Nutritional utilization by monogastric animals of Glycoprotein II (Phaseolin), the major 7S protein from kidney beans (Phaseolus vulgaris) : in vivo and in vitro degradation of Glycoprotein II by rat intestinal proteases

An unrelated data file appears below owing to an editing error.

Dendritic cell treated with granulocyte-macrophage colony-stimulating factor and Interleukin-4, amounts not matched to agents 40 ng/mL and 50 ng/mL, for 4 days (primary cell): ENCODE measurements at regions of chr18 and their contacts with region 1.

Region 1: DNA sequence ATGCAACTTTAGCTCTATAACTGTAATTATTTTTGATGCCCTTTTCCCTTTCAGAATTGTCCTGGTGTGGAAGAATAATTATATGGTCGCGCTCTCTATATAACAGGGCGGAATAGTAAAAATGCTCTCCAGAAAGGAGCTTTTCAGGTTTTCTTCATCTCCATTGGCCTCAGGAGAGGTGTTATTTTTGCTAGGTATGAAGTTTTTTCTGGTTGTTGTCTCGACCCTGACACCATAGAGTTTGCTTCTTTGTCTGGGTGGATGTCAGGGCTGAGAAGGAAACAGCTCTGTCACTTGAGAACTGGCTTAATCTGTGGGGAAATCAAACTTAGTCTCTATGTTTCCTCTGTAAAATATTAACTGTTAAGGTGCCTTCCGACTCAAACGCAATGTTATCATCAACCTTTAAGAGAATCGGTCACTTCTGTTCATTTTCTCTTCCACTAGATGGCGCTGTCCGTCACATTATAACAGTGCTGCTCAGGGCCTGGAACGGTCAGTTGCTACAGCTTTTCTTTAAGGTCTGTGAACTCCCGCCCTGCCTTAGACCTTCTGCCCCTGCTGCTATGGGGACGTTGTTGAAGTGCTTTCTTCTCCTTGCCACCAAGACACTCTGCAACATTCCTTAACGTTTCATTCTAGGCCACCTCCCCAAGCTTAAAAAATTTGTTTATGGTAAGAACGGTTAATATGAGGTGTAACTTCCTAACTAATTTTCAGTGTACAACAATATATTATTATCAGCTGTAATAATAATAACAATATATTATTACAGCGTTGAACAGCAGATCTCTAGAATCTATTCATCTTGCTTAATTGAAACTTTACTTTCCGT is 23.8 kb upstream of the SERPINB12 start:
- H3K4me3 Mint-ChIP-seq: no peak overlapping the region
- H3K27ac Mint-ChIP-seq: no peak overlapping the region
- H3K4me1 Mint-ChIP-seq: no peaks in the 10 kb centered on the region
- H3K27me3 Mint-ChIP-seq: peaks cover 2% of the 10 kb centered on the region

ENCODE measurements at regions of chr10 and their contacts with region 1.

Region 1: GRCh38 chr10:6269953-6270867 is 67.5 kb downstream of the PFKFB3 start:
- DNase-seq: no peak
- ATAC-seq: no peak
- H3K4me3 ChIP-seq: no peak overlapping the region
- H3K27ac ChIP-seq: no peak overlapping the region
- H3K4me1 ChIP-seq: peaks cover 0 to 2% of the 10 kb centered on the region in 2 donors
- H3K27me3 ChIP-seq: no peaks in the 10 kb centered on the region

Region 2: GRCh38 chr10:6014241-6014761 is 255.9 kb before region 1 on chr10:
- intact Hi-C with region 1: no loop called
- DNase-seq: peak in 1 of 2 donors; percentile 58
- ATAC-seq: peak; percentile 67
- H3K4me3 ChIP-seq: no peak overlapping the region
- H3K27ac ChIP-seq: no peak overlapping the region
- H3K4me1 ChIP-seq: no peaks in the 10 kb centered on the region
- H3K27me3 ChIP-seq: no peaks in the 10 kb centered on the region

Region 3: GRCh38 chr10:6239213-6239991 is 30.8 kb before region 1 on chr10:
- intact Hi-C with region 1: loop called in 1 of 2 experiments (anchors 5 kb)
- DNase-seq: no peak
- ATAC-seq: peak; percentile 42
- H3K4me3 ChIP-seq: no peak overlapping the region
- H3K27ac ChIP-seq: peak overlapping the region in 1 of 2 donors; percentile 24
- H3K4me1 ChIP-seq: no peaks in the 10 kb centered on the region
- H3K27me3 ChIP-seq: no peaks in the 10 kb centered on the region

Native Glycoprotein II (Phaseolin, G-II), the major 7S storage protein from Phaseolus vulgaris seeds, var. 'Processor' is known to be resistant to in vitro proteolysis by most endopeptidases. On sequential treatments with pepsin and a mixture of trypsin and chymotrypsin, the sub-unit polypeptides of G-II were split midchain. The fragments produced however, retained reactivity with the antibody raised against native G-II quantitatively. When measured by rocket immunoelectrophoresis, the extent of in vitro degradation of G-II by these endopeptidases was negligible. This procedure was used for monitoring the in vivo or in vitro degradation of G-II by gut enzymes other than trypsin or chymotrypsin. Diets containing 10% of a highly purified G-II preparation, did not support growth of rats adequately. Faecal N outputs were elevated and the true N digestibility based on Kjeldhal estimation was only 37%. In contrast, the true GII-N digestibility, based on immunological estimations, was high. It is suggested that G-II and/or its limited breakdown fragments (by trypsin or chymotrypsin) are stimulants of endogenous N secretion in the small intestine. The higher extent of the degradation of G-II in the small intestine of rats in vivo than that obtained by pure endopeptidases in vitro suggested the presence in this tissue of other enzymes capable to act upon and modify the structure of G-II, prior to the action of trypsin and chymotrypsin. These other modifying proteolytic enzymes render the G-II molecule more negatively charged and more susceptible to the subsequent action of trypsin and chymotrypsin. It is suggested that protease content and the ratio of the concentration of the GII-modifying protease(s) to that of trypsin and chymotrypsin may vary appreciably along the small intestine. Accordingly, the dependence of the degradation of G-II in vivo on the competition between all the enzymes capable of attacking it during its passage through the gut may explain the variability of GII breakdown in vivo.